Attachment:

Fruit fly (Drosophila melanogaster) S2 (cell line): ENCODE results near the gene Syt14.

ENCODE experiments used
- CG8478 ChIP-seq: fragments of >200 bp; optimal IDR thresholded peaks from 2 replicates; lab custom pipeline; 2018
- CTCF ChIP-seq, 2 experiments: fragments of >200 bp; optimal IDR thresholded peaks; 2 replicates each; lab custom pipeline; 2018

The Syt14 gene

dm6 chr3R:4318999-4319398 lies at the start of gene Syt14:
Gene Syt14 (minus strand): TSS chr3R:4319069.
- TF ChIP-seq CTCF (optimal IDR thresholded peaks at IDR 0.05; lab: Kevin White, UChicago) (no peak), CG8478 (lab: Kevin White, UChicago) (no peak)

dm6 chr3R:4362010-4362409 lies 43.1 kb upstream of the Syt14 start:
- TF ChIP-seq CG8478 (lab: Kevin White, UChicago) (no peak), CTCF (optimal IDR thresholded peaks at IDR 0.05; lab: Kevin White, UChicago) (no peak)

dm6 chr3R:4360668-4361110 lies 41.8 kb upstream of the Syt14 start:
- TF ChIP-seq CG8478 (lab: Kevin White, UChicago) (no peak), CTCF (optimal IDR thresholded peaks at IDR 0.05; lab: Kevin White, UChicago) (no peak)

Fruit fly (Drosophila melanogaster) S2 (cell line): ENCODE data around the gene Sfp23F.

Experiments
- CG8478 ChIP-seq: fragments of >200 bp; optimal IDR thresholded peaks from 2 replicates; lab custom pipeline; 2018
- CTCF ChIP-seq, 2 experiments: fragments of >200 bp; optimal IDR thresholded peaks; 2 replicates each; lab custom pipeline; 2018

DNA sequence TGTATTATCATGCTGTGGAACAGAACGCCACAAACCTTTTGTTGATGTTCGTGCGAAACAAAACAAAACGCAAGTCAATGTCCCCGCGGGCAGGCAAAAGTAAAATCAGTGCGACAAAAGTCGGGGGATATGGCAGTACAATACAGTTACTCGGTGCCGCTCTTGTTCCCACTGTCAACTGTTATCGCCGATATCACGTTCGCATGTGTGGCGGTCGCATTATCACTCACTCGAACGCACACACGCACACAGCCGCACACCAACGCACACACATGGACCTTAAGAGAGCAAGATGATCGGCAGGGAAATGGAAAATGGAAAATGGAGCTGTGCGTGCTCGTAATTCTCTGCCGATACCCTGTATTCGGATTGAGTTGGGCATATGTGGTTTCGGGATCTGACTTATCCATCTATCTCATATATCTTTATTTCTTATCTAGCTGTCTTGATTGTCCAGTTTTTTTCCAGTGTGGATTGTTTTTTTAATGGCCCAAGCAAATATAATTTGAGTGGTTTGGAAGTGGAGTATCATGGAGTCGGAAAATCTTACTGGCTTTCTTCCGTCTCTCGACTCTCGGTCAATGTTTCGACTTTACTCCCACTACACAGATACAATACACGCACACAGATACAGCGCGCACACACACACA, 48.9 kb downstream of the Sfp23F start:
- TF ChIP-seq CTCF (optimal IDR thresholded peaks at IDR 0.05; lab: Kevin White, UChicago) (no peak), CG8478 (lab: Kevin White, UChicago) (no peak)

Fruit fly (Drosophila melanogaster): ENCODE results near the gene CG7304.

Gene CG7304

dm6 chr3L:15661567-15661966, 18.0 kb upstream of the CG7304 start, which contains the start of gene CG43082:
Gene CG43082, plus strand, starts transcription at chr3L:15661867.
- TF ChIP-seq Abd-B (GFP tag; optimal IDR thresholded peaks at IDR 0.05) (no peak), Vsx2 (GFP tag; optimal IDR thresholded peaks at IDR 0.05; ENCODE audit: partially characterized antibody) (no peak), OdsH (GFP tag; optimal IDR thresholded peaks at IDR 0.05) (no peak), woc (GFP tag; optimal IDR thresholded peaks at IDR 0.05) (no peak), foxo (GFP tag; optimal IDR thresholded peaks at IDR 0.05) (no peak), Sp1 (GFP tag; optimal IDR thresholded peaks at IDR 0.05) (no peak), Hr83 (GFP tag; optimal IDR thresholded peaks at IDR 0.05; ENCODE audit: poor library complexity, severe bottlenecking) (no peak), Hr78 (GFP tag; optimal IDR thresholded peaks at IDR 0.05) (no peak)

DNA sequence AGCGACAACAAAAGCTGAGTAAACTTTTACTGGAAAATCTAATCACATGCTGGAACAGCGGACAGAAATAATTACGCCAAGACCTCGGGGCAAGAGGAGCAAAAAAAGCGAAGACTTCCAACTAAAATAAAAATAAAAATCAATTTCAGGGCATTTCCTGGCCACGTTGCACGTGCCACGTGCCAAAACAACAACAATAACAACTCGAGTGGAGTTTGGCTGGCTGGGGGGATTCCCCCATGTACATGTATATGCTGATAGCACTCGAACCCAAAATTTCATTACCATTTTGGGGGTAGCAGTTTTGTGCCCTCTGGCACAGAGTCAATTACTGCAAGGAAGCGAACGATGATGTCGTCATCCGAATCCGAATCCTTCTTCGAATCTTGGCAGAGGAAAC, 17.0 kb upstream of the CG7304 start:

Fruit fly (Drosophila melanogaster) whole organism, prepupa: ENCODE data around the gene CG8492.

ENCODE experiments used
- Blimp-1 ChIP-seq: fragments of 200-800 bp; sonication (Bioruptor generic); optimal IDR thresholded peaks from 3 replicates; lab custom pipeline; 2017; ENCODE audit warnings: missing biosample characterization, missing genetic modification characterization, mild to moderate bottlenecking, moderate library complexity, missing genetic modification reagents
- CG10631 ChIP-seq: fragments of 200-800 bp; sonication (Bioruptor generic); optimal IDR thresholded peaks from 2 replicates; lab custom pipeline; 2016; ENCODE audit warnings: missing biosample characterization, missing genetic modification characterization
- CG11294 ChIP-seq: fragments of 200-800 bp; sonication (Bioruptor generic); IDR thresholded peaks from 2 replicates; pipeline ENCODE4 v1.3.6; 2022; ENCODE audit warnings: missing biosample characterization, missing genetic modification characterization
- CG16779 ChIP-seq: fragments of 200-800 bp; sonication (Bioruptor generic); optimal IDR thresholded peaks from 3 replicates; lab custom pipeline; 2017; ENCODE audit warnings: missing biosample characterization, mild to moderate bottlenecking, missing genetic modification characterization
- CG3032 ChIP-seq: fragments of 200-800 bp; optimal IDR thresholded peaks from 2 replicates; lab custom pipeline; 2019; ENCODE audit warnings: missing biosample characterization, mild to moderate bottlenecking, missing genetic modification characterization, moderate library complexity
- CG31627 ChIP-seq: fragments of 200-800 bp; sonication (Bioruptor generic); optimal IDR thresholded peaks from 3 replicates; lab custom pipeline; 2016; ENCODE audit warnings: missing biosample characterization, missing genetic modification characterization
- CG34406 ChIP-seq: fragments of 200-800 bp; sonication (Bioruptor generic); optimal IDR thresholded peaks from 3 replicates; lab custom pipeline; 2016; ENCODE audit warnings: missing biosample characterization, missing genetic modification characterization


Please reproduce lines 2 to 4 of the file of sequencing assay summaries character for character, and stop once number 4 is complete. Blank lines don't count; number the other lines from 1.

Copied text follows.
ENCODE experiments used
- CG8478 ChIP-seq: fragments of >200 bp; optimal IDR thresholded peaks from 2 replicates; lab custom pipeline; 2018
- CTCF ChIP-seq, 2 experiments: fragments of >200 bp; optimal IDR thresholded peaks; 2 replicates each; lab custom pipeline; 2018